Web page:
StrewnLAB is a computer program for predicting meteorite strewn fields, written by Jim Goodall, the President of the General Motors Astronomy Club. The script is written in the MATLAB computing environment, and it simulates the entire flight of meteoroids through the atmosphere, from entry to landing. StrewnLAB differs from most existing meteor flight simulations, because it has the following features:
- Detailed weather data analysis – StrewnLAB automatically pulls data from the Integrated Global Radiosonde Archive (IGRA), from multiple stations, predicts a weather balloon flight path and and then interpolates in 4 dimensions to find wind speed along the path of the meteor. The model also estimates weather variation across the region and predicts a minumum and maximum possible wind speed.
- Models the entire flight path, including ablation and fragmentation, not just dark flight – The advantage is that it does not assume all fragments start from a single point (dark flight), so this enables a wider variety of masses landing in the same area, which is more realistic.
- Monte Carlo scenario simulation, to capture all the known variation – No meteor trajectory is known perfectly, and StrewnLAB takes into account all the known variation in a witnessed fall, including error in latitude, longitude, dark flight altitude, bearing, slope, wind speed, entry mass, and meteoroid density.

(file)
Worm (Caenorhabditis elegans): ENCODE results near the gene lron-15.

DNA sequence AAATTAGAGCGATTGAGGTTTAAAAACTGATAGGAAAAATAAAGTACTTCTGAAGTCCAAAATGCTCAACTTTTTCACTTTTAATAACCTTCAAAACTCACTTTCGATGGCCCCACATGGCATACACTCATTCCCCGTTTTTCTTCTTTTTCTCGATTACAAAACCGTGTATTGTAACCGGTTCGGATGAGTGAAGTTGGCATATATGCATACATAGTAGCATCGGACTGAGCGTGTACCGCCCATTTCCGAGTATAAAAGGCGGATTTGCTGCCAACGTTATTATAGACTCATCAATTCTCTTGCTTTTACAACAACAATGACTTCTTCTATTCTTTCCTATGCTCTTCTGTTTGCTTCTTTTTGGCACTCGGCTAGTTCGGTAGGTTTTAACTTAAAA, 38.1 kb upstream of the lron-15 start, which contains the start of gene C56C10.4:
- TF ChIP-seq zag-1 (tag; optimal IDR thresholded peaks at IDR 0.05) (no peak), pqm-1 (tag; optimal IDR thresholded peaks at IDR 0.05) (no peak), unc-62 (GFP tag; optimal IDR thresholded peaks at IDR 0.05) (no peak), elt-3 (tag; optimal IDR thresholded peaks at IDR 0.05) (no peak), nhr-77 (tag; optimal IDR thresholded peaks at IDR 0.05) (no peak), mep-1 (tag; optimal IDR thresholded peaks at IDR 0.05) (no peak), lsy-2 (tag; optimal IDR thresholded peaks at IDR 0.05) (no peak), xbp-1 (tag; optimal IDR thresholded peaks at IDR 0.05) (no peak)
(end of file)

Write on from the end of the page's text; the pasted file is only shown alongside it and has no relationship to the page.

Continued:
- Random Fragmentation – Detailed fragmentation models are not necessary to comprehend the strewn field, and this information is usually unknown anyway. Instead, StrewnLAB creates many random fragmentation models and plots all the results to capture the realm of possibility.
- Larger, More Realistic Mass Zones – because of the reasons listed above, StrewnLAB is capable of generating larger zones for each mass range (10 gram, 100 gram, 1 kg, etc), which actually have a lot of overlap.
- Find Probability Maps – StrewnLAB takes the results of all the Monte Carlo scenarios and generates a color shaded probability map, intended specifically for meteorite hunting. The map output indicates the best areas to search, with the highest probability of finding meteorites on the ground.
Jim Goodall wrote the original script for StrewnLAB in April of 2018, in response to the Hamburg Meteor, which fell only 30 km from his house in southeast Michigan. Since then, Jim has greatly expanded the capabilities of the program and the output has been validated against several popular witnessed falls, including Park Forest, Sutters Mill, and Chelyabinsk, with more than satisfactory results.
To see an example simulation in action, please visit YouTube and play the following video: Hamburg Meteor – Monte Carlo Simulation in MATLAB For best results, it should be viewed in 1080p on a monitor (not a phone). In the video, you can see how meteor fragments are greatly affected by wind, once they get into the troposphere.